Film recipes using the Classic Negative film simulation
Newer Fujifilm cameras feature the Classic Negative film simulation that brings a 35mm Fujicolor Superia look to your photos. Characteristics include rich reds and a nostalgic tone to greens, which are shifted towards blue in tone and have a deeper contrast.
For film recipes, the Classic Negative base helps in the design of film-like settings, but also works really well as a starting point for creamy and peachy tone recipes for photography in the golden hour.
Join the fun! The Film Recipes Facebook Group is a great place to chat film recipes, or share photos you’ve taken with the recipes. The Karmachroma challenge is on. Shoot with Karmachroma and share by Sun, Oct 2nd. Everyone is welcome to share photos from around the world. A selection will be added to the site. Let’s go!
More Classic Negative Film Recipes
For film recipes that aim to replicate the style of Fujicolor print stock, the Classic Negative film simulation is a perfect base. Fuji X Weekly in particular has created a wide range of these.
Fujicolor Film Recipes from FujiXWeekly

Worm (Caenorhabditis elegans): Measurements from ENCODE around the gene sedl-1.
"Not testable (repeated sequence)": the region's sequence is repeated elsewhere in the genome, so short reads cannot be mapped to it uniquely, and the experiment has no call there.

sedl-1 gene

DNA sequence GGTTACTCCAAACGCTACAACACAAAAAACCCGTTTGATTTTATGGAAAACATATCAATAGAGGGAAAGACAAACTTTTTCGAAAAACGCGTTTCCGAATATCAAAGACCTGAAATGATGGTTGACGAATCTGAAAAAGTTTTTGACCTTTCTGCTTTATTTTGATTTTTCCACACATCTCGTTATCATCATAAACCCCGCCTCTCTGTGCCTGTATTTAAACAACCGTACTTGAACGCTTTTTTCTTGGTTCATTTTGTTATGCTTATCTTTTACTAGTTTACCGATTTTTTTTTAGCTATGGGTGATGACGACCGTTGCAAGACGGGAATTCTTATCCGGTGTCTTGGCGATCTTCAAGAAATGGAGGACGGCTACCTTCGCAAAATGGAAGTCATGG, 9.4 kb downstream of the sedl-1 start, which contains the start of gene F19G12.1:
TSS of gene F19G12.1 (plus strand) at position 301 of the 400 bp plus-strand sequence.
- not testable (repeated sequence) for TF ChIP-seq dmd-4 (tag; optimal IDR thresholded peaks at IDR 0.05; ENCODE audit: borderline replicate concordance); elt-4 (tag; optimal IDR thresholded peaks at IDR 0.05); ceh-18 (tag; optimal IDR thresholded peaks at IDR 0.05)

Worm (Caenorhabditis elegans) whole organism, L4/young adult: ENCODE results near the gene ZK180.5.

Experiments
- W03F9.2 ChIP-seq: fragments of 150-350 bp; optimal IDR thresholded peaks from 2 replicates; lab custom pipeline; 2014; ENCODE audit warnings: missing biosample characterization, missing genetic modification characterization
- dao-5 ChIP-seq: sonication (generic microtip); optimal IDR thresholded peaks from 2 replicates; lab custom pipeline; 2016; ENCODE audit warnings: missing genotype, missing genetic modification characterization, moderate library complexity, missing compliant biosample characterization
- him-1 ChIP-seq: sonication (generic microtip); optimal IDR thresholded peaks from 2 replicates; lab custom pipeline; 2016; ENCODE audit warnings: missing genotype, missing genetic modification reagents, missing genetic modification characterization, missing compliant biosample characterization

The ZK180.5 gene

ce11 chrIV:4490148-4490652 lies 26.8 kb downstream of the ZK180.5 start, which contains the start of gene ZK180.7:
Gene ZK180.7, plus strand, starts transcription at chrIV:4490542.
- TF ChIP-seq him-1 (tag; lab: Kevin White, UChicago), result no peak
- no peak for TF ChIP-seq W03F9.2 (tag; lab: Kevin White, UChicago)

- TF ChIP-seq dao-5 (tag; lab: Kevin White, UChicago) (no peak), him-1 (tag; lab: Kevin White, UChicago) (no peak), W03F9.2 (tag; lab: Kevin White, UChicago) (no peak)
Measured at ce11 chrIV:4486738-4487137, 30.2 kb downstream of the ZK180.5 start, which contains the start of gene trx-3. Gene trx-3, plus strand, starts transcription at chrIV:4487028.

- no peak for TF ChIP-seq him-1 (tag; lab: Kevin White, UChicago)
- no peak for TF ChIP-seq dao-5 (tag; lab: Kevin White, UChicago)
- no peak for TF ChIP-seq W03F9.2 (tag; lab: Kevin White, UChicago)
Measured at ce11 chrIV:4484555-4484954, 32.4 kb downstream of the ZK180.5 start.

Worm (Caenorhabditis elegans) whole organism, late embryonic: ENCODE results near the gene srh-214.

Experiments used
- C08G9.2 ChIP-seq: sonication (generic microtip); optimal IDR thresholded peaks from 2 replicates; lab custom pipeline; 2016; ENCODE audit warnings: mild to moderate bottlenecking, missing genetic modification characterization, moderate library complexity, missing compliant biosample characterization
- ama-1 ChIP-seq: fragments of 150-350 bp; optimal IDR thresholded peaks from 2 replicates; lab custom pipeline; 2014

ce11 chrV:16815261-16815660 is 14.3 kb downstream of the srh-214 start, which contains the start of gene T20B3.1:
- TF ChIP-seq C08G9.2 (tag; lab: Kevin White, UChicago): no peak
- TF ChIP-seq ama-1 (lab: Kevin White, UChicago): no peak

- Fujicolor Superia 100 – daylight balanced colour negative
- Superia Premium 400 – my personal fav of the Fujicolor recipes
- Fujicolor Superia 1600 – grainy and lower contrast Fujicolor look
- Fujicolor Natura 1600 – Japan only film, but a recipe for everyone
- Fujicolor C200 – rich and vibrant, created by George Coady
Other Excellent Classic Negative Film Recipes
Aside from Fujicolor looks, there are a number of really wonderful recipes available that use Classic Negative as the underlying simulation. Here are some top choices from different recipe sites.
- Luís Costa’s Film Recipes – Classic Neg Fade is particularly good
- The Big Negative – extremely popular with good reason (YouTube)
- C201 – beautiful adaptation of C200 (third recipe down)
- Nomadic Mood – overloaded with ads, but the recipe is fabulous
- Cheers and Creamy Color – amazing styles from Captn Look